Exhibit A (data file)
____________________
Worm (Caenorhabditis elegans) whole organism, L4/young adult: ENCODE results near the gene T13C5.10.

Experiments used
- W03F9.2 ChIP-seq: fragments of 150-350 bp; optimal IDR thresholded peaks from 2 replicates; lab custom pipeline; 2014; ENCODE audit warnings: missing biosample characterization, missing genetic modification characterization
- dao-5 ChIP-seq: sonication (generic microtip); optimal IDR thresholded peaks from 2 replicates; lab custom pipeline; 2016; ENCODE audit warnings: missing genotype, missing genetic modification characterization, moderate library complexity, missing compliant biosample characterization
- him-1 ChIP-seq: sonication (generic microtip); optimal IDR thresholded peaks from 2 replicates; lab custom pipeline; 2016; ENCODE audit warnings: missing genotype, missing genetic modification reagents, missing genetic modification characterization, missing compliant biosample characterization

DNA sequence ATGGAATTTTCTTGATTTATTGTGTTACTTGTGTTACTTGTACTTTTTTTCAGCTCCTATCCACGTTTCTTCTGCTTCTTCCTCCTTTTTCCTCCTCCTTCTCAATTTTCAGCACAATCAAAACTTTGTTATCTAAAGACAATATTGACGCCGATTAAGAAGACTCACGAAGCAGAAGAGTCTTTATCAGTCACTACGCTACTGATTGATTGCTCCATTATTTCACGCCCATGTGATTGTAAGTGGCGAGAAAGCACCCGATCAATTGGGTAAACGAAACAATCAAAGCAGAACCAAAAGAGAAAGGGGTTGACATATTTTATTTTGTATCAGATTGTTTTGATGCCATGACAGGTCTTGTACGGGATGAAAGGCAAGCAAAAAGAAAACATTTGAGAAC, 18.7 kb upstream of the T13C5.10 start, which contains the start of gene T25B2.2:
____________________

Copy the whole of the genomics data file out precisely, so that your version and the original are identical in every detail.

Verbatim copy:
Worm (Caenorhabditis elegans) whole organism, L4/young adult: ENCODE results near the gene T13C5.10.

Experiments used
- W03F9.2 ChIP-seq: fragments of 150-350 bp; optimal IDR thresholded peaks from 2 replicates; lab custom pipeline; 2014; ENCODE audit warnings: missing biosample characterization, missing genetic modification characterization
- dao-5 ChIP-seq: sonication (generic microtip); optimal IDR thresholded peaks from 2 replicates; lab custom pipeline; 2016; ENCODE audit warnings: missing genotype, missing genetic modification characterization, moderate library complexity, missing compliant biosample characterization
- him-1 ChIP-seq: sonication (generic microtip); optimal IDR thresholded peaks from 2 replicates; lab custom pipeline; 2016; ENCODE audit warnings: missing genotype, missing genetic modification reagents, missing genetic modification characterization, missing compliant biosample characterization

DNA sequence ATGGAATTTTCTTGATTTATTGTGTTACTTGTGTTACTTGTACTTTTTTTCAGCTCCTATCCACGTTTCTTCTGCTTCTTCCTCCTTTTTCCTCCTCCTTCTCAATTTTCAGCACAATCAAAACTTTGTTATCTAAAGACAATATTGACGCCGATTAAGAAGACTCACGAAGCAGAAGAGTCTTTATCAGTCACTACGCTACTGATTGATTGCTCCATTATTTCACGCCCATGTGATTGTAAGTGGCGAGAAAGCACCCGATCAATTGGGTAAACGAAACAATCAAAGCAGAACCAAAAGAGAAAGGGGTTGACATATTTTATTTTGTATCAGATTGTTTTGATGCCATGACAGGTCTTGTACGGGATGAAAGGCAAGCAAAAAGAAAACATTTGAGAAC, 18.7 kb upstream of the T13C5.10 start, which contains the start of gene T25B2.2: